Insight into the life of a Japanese farmer

On Sunday I had the pleasure of helping on the BBQ provided by the Rotary Club of Port Lincoln, for friends and families associated with Japanese students from Muroto, who are studying in Port Lincoln at the present time. The function was held at Mikkira Station on a cold and wintery day of course.

I took a couple of ladies to the event, the first being my dear friend Shylie O’brien, who recently celebrated her 97th birthday, and who has been a great supporter of mine, with projects at Nyroca Camp.

The second lady was Kazumi Kojima, 43 years of age, and a farmer from Japan. Kaz’s family farm is about midway between Osaka and Kyoto on the main island of Japan. She is presently working at Nyroca as a volunteer under the Wwoof programme. She has a married brother who has five children, and together with her parents and her 93 year old grandmother, they work a farm growing rice, wheat, soy beans, spring onions and other vegetables. She attributes her radiant health to hard work and good food – she eats a raw egg at lunchtime – a practice I can’t bring myself to follow I’m afraid. She knew all about Muroto and said that it was the first place in Japan where the typhoons hit!

With some difficulty, because of language, we were nonetheless able to discuss the 70th anniversary of the bombings of Hiroshima and Nagasaki, and like so many Japanese, she abhors nuclear weapons – and for that matter she was quite hostile about the Fukishima catastrophe. Kaz had no idea that in 1914 a Japanese warship was called on to escort the First AIF from Albany to Egypt – as I fear that most Australians don’t realise either. She was most surprised however when I told her that Japanese Prime Minister Shinzo Abe recently came to Australia and addressed the Parliament.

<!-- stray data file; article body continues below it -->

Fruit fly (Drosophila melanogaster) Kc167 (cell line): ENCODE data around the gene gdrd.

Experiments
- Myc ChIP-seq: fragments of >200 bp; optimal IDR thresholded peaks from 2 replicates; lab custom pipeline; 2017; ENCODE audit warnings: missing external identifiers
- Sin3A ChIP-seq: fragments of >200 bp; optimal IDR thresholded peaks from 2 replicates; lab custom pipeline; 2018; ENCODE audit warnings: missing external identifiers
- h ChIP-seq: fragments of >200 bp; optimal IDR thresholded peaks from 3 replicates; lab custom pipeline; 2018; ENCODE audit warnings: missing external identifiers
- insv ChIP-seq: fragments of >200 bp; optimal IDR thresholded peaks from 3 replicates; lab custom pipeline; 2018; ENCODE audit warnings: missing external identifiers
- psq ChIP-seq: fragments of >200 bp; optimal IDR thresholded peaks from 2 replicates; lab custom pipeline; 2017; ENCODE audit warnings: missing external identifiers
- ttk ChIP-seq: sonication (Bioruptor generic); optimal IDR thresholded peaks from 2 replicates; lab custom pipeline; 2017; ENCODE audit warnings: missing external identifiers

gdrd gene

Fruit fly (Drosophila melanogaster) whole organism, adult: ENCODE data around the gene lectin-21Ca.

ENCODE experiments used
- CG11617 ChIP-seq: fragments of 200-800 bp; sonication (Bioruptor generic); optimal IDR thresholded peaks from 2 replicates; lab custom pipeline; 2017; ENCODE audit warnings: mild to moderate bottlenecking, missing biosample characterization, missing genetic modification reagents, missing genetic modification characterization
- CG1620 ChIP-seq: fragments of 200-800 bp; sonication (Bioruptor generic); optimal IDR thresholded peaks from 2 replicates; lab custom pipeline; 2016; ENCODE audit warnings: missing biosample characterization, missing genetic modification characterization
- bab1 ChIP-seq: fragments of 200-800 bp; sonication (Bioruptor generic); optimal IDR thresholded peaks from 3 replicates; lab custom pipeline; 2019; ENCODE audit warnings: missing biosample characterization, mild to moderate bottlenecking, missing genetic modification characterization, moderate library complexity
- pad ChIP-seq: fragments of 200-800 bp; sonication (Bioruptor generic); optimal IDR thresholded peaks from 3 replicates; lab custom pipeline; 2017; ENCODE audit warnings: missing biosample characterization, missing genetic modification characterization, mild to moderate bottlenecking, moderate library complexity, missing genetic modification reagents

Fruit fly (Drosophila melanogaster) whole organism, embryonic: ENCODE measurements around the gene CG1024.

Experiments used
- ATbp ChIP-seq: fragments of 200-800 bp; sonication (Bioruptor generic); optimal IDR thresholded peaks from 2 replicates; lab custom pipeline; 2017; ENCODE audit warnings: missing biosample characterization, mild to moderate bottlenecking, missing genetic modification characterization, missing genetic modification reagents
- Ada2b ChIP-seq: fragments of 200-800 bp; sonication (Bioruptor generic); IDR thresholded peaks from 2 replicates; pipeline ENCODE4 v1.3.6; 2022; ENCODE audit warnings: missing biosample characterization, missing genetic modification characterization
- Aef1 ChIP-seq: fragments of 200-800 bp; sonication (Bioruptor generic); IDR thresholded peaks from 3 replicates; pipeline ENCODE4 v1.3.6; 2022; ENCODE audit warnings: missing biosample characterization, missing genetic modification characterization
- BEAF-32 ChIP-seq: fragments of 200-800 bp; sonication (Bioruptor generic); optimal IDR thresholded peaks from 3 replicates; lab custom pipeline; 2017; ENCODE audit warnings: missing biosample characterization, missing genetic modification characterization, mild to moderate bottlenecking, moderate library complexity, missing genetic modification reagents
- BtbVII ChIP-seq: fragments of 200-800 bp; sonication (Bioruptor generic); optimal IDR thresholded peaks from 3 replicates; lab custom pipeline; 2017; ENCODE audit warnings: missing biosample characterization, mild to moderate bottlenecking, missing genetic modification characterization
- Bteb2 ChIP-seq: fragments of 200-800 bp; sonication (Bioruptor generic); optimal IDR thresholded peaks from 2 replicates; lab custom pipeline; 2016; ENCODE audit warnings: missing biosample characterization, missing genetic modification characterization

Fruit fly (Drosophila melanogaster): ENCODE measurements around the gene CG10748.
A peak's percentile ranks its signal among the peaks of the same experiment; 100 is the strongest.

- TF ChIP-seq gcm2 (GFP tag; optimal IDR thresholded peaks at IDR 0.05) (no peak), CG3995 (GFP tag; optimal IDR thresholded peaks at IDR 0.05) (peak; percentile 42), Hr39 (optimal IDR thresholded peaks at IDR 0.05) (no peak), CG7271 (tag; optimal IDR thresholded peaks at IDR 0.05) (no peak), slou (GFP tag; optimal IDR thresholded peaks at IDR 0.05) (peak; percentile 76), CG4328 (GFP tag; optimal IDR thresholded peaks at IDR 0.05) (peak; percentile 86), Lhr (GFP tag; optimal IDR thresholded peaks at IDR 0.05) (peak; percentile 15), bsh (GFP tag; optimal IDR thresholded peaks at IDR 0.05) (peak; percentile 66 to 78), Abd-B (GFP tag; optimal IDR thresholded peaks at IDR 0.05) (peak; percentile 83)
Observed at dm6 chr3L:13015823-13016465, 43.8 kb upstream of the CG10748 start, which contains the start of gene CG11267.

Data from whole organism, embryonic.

I asked her about her religion – and she said she has no religion, and that most young people in Japan do not follow any religious pursuits. She said however that most of the older people in Japan are Buddhists. I put the proposition to her that the old people of Japan would have accumulated great wisdom and therefore young people should maybe follow their example and adhere to Buddhism too. She was dismissive of that, and so I guess there are similarities with life in Australia too, when it comes to religious faith.

The Muroto Friendship Group under the leadership of Chris Mantle, is preparing a programme to further strengthen the bond of friendship between Muroto and Port Lincoln, especially to celebrate the forthcoming 25 year anniversary.

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